Creating a Module

You're asked to create a new module for managing company's location information. We will call this module the Locations module.

Step 1: Location of your module

There are two potential locations for your project. The sa module directory, and your application's module directory.

             ├───{AppModules}   <-- custom modules
             └───sa             <-- core modules

The general rule of thumb for identifying the home for your module is,

  1. Application specific modules go in a custom app modules directory

  2. Core SiteAdmin modules go in the sa modules directory.

Don't see a directory for custom modules?

If you're working with a fresh installation of SiteAdmin, you'll probably only see a sa directory in {project_root}/sitadmin/modules. For application specific modules, create a new directory. The directory name will be used for PSR-4 class autoloading, so it must be namespace friendly.

By convention, the application modules directory is named after your project, capital-cased. For example, if your project is called "Awesome Fishing Supplies", you might name the directory "AwesomeFishingSupplies." After naming your custom module directory, your directory structure should look like this:

             ├───AwesomeFishingSupplies <-- custom modules
             └───sa                     <-- core modules

Step 2: Module Directory Structure

             │     └───Locations
             │       └───src
             │       │   ├───classes
             │       │   │     ├───models
             │       │   ├───css
             │       │   ├───js
             │       │   └───views
             │       └───composer.json


The classes directory will contain all of your PHP classes. This will include controllers, repositories, configuration, and helpers.


The models directory will contain all of your doctrine entities.


The css directory will contain all CSS stylesheets.


The js directory will contain all JS scripts.


The views directory will contain all templates for views and subviews.

Step 3: Create Module Configuration File

All modules contain a configuration file. This file is located in the {module_root}/classes directory, and must match the case sensitive name of the module. For example, the configuration file for our Locations module configuration file will reside in {module_root}/classes/LocationsConfig.php.


namespace AwesomeFishingSupplies\Locations;

use sa\application\moduleConfig;

class LocationsConfig extends moduleConfig
     * Code executed before module is initialized.
     * Generally, modRequests and event listeners reside here.
    public static function init() {}
     * Module routes
    public static function getRoutes() {}
     * SiteAdmin dashboard navigation items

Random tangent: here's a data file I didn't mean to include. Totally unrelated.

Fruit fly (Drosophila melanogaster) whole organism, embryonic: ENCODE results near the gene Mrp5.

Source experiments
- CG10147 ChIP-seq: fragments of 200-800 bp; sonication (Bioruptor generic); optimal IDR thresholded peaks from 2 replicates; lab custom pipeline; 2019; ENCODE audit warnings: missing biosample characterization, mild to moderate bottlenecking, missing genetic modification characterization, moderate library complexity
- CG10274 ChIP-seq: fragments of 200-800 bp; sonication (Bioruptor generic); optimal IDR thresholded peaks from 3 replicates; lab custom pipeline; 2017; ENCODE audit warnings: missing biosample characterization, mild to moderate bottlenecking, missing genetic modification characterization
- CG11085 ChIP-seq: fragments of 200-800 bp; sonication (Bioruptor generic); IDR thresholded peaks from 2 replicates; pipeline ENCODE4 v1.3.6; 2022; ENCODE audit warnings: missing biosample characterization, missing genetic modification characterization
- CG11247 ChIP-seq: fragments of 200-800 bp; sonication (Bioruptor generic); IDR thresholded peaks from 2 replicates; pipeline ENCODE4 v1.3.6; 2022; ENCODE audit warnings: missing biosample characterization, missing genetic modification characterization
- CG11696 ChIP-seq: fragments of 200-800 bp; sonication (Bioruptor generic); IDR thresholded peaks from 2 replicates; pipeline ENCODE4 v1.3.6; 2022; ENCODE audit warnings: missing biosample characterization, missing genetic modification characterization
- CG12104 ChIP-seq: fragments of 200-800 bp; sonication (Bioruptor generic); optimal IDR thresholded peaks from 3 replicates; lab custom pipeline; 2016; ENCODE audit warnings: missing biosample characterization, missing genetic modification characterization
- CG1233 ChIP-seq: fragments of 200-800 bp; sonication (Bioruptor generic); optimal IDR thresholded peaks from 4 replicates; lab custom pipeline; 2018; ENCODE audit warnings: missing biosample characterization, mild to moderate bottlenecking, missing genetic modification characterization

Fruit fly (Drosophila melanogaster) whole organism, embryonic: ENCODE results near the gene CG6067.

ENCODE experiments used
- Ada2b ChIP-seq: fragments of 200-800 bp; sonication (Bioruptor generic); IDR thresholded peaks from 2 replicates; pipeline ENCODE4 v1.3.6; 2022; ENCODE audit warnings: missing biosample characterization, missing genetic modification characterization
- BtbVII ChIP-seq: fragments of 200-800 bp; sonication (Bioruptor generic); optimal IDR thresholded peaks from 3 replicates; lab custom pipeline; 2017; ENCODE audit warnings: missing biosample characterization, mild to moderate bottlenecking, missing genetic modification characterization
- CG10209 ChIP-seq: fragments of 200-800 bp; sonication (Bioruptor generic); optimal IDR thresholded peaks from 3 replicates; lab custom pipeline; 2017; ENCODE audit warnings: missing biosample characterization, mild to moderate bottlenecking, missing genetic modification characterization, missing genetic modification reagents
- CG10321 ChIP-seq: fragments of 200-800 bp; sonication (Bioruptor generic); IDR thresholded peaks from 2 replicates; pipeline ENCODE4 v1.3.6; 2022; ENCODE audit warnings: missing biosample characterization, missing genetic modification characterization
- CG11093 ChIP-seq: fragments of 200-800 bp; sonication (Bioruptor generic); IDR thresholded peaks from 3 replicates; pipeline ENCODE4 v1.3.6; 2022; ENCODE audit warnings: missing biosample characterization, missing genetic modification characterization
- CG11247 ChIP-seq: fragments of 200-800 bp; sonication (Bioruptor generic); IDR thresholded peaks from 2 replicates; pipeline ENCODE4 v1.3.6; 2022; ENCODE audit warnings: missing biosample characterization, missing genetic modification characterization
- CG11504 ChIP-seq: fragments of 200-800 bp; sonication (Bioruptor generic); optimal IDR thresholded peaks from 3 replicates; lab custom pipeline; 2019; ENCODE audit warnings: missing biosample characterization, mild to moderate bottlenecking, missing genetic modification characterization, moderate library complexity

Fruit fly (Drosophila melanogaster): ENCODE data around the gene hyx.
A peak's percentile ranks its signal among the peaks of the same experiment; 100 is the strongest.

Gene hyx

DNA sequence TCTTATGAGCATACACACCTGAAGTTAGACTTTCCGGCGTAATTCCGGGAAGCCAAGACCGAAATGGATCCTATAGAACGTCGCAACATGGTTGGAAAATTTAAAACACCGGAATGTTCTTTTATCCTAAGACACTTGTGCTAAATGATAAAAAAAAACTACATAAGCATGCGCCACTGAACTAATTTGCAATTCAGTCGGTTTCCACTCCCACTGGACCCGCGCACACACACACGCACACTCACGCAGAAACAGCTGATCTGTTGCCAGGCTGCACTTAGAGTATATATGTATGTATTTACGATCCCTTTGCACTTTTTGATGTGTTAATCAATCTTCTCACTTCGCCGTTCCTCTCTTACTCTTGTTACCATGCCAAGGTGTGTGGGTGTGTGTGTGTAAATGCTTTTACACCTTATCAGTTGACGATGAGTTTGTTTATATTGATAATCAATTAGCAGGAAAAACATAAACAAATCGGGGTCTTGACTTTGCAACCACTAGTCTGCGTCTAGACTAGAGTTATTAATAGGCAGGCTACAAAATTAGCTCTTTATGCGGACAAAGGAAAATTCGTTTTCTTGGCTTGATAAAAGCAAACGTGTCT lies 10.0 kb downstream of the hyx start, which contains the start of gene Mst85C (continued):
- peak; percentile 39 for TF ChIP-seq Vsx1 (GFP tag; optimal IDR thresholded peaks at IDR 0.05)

public static function getNavigation() {}
     * Module settings
     * Will be editable from SiteAdmin's settings manager.
    public static function getSettings() {}

Step 4: Filling out the module's configuration


The init() method contains code that is executed before the module is fully initialized. This is where you would place modRequests, event listeners, or code that other parts of the module expect to be available.


The getRoutes() method returns an array of the module's application and administrative routes. View the routing documentation for more details.


The getNavigation() method specifies all the module's administrative navigation links. These links will appear in the admin dashboard's main menu.

public static function getNavigation() {
    return array(
        new navItem([
            "id"     => "awesomeFishingSupplies_locations",
            "name"   => "Locations",
            "icon"   => "fa fa-user",
            "parent" => "siteadmin_root"
        new navItem([
            "id"      => "awesomeFishingSupplies_locations_index",
            "name"    => "All Locations",
            "routeid" => "awesomeFishingSupplies_locations",
            "parent"  => "awesomeFishingSupplies_locations"




A unique ID for the nav item. Name should be structured as {vendor}_{module}_{action}. Parent nav items won't have an action.


The navigation item's label.


The route that the nav item is linked to.


The id of the parent nav item. If the current nav item is the parent, set this value to siteadmin_root.


The module's settings should be defined in the getSettings() method. This includes API keys, pagination options, test mode toggles, etc.

public static function getSettings() {
    return array(
        'enable_test_mode' => array(
            'module' => 'Locations',
            'default' => true,
            'type' => 'boolean'
       'api_secret_key' => array(
           'module' => 'Locations', 
           'default' => '', 
           'type' => 'text'




The name of the module associated with this setting. This name should be human readable (i.e instead of PageEditor, use Page Editor).


The setting's default value. Data type varies depending on the setting's type parameter.


The type of field. Text => text field. boolean => true/false radio buttons.

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